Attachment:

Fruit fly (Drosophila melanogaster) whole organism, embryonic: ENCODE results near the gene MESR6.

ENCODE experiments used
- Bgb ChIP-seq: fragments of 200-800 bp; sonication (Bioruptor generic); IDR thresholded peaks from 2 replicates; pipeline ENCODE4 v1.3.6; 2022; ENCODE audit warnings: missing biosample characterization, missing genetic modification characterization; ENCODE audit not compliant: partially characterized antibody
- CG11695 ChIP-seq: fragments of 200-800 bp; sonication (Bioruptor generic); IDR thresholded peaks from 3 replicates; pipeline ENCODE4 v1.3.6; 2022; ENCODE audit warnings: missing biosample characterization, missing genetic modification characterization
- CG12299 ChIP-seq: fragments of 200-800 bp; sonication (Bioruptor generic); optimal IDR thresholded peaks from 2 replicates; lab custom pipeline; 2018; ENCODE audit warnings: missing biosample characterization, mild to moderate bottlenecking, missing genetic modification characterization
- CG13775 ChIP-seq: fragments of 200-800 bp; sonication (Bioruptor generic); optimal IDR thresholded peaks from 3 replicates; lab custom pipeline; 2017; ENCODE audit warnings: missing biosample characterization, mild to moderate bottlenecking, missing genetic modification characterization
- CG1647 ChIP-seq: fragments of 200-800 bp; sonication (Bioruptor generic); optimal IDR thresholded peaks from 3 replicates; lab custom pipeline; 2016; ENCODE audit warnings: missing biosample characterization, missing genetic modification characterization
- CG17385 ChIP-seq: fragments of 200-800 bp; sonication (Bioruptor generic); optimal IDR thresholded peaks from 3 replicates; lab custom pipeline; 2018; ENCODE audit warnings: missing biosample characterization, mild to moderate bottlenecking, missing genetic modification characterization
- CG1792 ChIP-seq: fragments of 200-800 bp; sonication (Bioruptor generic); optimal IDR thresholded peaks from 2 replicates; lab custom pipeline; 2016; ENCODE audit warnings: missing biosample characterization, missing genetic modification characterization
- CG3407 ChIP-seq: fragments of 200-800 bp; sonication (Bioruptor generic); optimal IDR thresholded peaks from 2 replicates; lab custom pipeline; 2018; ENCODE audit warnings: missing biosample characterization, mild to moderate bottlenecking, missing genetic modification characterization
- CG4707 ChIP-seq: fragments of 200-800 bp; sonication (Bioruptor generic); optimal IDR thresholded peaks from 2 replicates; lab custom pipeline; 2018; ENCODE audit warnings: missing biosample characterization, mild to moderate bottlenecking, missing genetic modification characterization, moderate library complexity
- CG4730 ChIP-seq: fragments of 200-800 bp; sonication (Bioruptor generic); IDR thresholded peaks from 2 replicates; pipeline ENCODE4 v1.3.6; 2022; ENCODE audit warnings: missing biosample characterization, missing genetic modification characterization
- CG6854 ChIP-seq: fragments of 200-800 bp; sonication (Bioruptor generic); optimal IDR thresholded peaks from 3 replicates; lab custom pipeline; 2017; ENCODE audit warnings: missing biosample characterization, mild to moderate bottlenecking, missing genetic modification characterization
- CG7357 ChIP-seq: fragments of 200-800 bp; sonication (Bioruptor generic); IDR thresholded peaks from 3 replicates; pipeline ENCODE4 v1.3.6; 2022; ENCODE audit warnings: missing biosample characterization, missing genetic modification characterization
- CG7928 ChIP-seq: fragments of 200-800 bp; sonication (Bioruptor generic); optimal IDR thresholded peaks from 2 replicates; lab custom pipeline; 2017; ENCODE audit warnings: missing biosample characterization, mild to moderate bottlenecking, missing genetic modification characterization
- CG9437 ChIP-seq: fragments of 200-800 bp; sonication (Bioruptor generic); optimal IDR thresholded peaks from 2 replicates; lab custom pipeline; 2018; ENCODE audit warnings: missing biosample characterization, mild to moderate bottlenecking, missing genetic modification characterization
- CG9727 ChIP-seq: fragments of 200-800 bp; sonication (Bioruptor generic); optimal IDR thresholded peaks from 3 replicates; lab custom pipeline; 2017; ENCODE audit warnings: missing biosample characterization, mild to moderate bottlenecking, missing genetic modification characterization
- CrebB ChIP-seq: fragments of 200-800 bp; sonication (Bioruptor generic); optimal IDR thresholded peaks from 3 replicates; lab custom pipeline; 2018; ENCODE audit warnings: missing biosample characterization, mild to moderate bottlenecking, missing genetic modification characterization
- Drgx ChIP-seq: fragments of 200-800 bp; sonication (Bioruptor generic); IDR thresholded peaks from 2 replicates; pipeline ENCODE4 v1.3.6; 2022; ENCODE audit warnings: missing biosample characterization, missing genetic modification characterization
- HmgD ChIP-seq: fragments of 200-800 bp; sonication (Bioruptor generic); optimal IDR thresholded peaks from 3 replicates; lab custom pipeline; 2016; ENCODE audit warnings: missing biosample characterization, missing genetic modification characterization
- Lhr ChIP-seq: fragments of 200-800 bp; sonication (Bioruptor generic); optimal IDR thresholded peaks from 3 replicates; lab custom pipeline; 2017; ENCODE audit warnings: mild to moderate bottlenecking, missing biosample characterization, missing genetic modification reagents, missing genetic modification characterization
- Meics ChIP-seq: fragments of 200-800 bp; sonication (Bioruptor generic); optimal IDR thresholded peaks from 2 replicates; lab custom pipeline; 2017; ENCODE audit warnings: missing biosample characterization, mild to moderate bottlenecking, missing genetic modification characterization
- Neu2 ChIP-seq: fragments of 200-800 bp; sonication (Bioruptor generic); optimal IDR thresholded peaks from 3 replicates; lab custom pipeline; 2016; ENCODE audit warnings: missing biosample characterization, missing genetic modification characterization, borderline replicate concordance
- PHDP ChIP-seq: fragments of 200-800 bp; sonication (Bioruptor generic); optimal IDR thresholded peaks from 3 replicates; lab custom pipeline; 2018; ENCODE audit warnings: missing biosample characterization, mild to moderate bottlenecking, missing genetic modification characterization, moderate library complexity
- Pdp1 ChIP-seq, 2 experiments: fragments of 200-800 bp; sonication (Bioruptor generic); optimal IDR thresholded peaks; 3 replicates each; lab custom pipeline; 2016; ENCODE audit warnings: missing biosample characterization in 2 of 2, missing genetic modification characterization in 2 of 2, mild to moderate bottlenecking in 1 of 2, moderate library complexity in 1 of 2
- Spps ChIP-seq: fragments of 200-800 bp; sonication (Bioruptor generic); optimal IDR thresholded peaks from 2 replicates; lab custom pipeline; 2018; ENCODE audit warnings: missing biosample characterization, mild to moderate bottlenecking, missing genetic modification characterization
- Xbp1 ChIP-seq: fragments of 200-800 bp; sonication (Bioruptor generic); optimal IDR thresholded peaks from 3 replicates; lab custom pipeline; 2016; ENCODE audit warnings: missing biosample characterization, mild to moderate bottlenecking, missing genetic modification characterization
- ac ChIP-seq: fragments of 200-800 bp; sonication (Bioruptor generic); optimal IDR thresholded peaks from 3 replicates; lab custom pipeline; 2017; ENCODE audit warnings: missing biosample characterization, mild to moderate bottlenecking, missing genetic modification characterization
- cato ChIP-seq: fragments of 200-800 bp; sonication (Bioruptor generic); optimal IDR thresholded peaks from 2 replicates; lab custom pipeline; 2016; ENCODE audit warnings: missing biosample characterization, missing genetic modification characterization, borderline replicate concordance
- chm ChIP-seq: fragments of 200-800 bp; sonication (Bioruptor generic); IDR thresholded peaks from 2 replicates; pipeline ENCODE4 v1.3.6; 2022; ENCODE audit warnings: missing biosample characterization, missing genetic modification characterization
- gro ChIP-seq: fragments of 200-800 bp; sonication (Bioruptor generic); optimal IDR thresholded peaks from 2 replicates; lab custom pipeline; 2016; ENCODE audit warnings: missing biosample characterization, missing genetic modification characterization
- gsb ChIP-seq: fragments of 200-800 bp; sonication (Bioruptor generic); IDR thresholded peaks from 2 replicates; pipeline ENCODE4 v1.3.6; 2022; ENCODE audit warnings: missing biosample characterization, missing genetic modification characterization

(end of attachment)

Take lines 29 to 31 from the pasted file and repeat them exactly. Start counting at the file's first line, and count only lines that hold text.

- cato ChIP-seq: fragments of 200-800 bp; sonication (Bioruptor generic); optimal IDR thresholded peaks from 2 replicates; lab custom pipeline; 2016; ENCODE audit warnings: missing biosample characterization, missing genetic modification characterization, borderline replicate concordance
- chm ChIP-seq: fragments of 200-800 bp; sonication (Bioruptor generic); IDR thresholded peaks from 2 replicates; pipeline ENCODE4 v1.3.6; 2022; ENCODE audit warnings: missing biosample characterization, missing genetic modification characterization
- gro ChIP-seq: fragments of 200-800 bp; sonication (Bioruptor generic); optimal IDR thresholded peaks from 2 replicates; lab custom pipeline; 2016; ENCODE audit warnings: missing biosample characterization, missing genetic modification characterization